Consider your options for domestic assets
Rate cuts boost performance of fixed-interest assets
THE South African Reserve Bank’s decision to cut the repo rate by 50 basis points recently came as a surprise to many in the investment fraternity. The Bank’s move was not only welcome but necessary to add impetus to the struggling economy. While SA unofficially emerged from recession in the fourth quarter of last year and growth is likely to accelerate, recovery remains fragile.
Interest rate-sensitive assets reacted positively to the unexpected rate cut. The listed property sector also benefited from the move with a return of 2,2% for the week. However, the most important question remains: what are the prospects for domestic fixedinterest assets?
Foreigners have still been relatively big buyers of South African bonds this year, with net foreign purchases totalling R12,7bn. Foreigners are notoriously fickle investors and, with the latest rate cut, the local bond market has become less attractive. There is also a very real threat of the global economy going into a doubledip (W-shaped) recession due to, among other things, China’s tighter monetary policy over the past few months.
While lower growth traditionally leads to lower bond yields (and rising capital values), this is not necessarily the case with bonds in emerging markets, as yields rise when global economic growth slows and vice versa. Emerging market economies are highly geared to the global economy and commodity prices. During global economic downswings the risks of investing in these economies increase, as downside pressure mounts on important economic variables such as their current accounts and currencies. If global growth should stall this may well spark a big sell-off in our bond market by foreigners.
The yields on domestic bonds are higher than the money market — the current yield on the All Bond Index is 9,0% versus the money market’s 6,5% or less. However, neither asset class looks too attractive right now, especially on an after-tax basis. With the risk of capital losses on bonds also a potential risk, fixed-interest investors should stick to flexible income funds, where the portfolio manager actively manages the maturity of the portfolio and strives to limit capital losses. Another fixed-income option is a portfolio of variable-rate preference shares. These shares pay dividends, the rate of which is linked to the prime interest rate. Most of these shares still offer a higher yield than the money market and they have the added benefit of tax-free dividends.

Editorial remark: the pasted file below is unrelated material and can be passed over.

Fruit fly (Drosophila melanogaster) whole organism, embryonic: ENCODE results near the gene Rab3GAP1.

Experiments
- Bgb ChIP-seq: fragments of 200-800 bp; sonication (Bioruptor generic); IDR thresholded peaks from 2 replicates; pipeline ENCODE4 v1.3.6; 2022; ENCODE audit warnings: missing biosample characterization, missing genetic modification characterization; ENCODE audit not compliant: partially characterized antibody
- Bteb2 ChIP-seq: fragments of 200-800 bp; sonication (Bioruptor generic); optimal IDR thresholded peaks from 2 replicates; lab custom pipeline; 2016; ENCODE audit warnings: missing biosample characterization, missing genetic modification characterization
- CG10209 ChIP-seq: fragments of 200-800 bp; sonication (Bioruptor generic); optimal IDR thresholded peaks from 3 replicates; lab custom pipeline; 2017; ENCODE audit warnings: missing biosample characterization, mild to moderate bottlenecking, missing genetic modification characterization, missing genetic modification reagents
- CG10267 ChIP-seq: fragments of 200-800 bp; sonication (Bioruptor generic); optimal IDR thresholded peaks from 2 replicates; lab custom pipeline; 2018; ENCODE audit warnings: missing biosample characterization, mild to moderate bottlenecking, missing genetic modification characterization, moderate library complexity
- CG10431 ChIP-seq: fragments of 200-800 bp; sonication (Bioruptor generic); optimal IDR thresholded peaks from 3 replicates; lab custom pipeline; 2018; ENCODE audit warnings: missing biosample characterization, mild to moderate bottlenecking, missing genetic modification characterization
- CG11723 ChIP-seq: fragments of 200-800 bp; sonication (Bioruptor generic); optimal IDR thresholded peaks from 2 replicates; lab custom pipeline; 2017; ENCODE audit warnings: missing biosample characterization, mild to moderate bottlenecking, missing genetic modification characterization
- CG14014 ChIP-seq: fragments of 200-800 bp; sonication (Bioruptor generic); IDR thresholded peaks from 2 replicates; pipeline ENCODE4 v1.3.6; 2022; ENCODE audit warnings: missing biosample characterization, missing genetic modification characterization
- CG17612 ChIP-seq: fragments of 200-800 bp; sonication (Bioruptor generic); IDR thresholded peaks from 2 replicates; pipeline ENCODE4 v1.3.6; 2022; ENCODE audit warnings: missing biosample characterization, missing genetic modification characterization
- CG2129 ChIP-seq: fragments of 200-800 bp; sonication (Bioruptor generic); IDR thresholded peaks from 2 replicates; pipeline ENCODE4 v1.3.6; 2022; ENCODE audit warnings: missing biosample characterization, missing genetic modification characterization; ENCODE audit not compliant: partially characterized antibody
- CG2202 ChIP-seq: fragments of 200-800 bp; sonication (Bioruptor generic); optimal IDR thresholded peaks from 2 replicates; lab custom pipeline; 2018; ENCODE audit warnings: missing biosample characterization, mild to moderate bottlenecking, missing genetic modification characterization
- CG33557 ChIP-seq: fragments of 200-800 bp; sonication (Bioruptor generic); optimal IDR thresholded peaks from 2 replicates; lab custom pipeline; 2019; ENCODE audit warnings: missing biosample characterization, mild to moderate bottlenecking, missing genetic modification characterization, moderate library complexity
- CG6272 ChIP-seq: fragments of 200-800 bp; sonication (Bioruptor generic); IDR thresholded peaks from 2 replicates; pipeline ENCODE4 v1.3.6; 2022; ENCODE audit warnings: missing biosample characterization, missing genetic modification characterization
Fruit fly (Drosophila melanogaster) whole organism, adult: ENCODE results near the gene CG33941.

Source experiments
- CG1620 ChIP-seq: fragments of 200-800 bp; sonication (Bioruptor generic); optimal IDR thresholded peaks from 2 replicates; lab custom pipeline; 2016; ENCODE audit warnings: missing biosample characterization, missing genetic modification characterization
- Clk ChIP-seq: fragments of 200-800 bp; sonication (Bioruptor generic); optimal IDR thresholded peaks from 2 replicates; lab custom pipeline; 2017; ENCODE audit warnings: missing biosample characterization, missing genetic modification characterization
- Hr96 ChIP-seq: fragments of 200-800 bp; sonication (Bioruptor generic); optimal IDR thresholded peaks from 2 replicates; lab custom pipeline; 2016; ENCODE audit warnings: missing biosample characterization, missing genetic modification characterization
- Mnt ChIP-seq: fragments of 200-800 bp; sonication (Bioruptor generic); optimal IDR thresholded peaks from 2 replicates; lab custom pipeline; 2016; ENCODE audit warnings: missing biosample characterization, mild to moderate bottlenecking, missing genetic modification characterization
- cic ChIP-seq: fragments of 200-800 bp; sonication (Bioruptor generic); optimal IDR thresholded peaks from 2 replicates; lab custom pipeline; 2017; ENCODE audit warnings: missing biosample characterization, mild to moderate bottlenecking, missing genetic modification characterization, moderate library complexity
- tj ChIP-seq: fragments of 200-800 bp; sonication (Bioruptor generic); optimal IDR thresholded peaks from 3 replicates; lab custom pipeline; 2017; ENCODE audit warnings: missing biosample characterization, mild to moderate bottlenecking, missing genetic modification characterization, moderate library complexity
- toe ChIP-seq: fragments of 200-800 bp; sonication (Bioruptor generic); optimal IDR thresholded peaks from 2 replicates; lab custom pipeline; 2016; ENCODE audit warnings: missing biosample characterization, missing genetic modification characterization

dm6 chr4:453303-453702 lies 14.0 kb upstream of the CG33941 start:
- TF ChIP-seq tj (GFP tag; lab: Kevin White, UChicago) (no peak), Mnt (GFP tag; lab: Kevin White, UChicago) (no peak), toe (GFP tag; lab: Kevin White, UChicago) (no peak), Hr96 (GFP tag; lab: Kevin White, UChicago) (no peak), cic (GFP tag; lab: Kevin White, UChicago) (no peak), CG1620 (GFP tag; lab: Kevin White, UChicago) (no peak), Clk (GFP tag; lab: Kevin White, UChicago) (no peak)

Preference shares are still trading at a discount to their original issue prices, which results in an increase in the effective yield. Preference share prices vary, but price volatility does not influence the investor’s income stream as dividends are based on issue prices and not market prices.
The last option for investors is property that offers an income stream comparable to bonds but with potential for much higher growth (or losses) in capital value. While the recent interest rate cut should boost economic growth and prospects for improvement in the property market, the prices of property instruments have experienced equity-type volatility in market corrections. If a double-dip recession materialises, listed property instruments will be affected negatively. Only investors with a time horizon of at least three to five years should consider an investment in listed property.